I like Wetton's tone and approach. With King Crimson, he dug in hard, he played excellent contrapuntal lines that added some serious meat to Fripp's fiddly, texture-heavy guitar work, and he had a pleasingly grainy voice that added some humanity to what might otherwise have been a very detached, clinical group sound. I think he did his finest work on Starless and Bible Black, particularly on the improvs and "Lament."
  3. gweimer


    Apr 6, 2000
    Columbus, OH
    Well, that about sums it up! :D About the only thing I could add was that he was influential in starting the trend towards natural wood finishes on Precisions.
  4. What album was "Fracture" on, anyway? I'm drawing a blank.

    Wetton's project with Hackett et al. was in connection with a Hackett Genesis tribute album. His most recent project was Qango, with drummer Carl Palmer and two others whose names escape me (John Young on keyboards maybe?)
  5. It was on Starless and Bible Black.
  6. beermonkey


    Sep 26, 2001
    Seattle, WA
    Peter, you want to buy the first U.K. album, simply called "U.K.". It's utterly brilliant and you will enjoy it a great deal; trust me.

    Wetton is a great player, I really enjoy his stuff.
  7. jerry

    jerry Doesn't know BDO Gold Supporting Member

    Dec 13, 1999
    I have always loved Wetton's playin with Crimson!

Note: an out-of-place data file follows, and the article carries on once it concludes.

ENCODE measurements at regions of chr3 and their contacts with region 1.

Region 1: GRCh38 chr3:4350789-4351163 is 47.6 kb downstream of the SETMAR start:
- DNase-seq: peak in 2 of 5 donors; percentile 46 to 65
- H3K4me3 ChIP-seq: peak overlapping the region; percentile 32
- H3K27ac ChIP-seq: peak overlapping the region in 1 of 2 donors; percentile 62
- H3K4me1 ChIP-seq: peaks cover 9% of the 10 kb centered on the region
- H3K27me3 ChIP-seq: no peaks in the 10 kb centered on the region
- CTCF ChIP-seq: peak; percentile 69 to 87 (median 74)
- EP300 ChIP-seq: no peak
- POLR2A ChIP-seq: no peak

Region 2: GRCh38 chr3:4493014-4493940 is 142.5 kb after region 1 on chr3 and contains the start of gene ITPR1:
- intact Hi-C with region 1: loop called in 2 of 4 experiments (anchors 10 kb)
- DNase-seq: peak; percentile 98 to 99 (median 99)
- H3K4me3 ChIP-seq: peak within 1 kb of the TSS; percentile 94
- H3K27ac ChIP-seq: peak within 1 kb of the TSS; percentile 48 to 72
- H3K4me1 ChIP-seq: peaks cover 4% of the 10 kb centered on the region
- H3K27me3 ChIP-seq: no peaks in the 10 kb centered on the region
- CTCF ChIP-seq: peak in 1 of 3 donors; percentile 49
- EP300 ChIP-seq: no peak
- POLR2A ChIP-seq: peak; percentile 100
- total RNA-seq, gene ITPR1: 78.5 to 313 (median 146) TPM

Last year I treated my self to the Great Deciver box set.....four C.D.'s of live Wetton era Crimson....
    great jams!
  8. geshel


    Oct 2, 2001
    Wetton is awesome. His studio album work is just the tip of the iceberg, at least with Crimson. The Great Deceiver is highly recommended. Big strong hands + P Bass + Fuzz/Wah + Cerwin Vega folded horn cab = joy. I think Robert described the Bruford+Wetton rhythm section as "terrifying" - both in terms of playing over and the sonic results.

  9. Thanx a lot Peter!!:p This is almost everything
    I expected :)
  10. Jontom


    Mar 11, 2002
    New York
    Its good to see my favorite Crimson lineup getting some "props"! My favorite Wetton-filled songs: Red, Great Deceiver, and Starless. Great Voice, Great Bass!
  11. Wait... I like Asia...

    whatzda problem?
  12. They're a band that necessitates the existence of the term "guilty pleasure," because any reasonable human being should detest them. :D
  13. corinpills


    Nov 19, 2000
    Boston, MA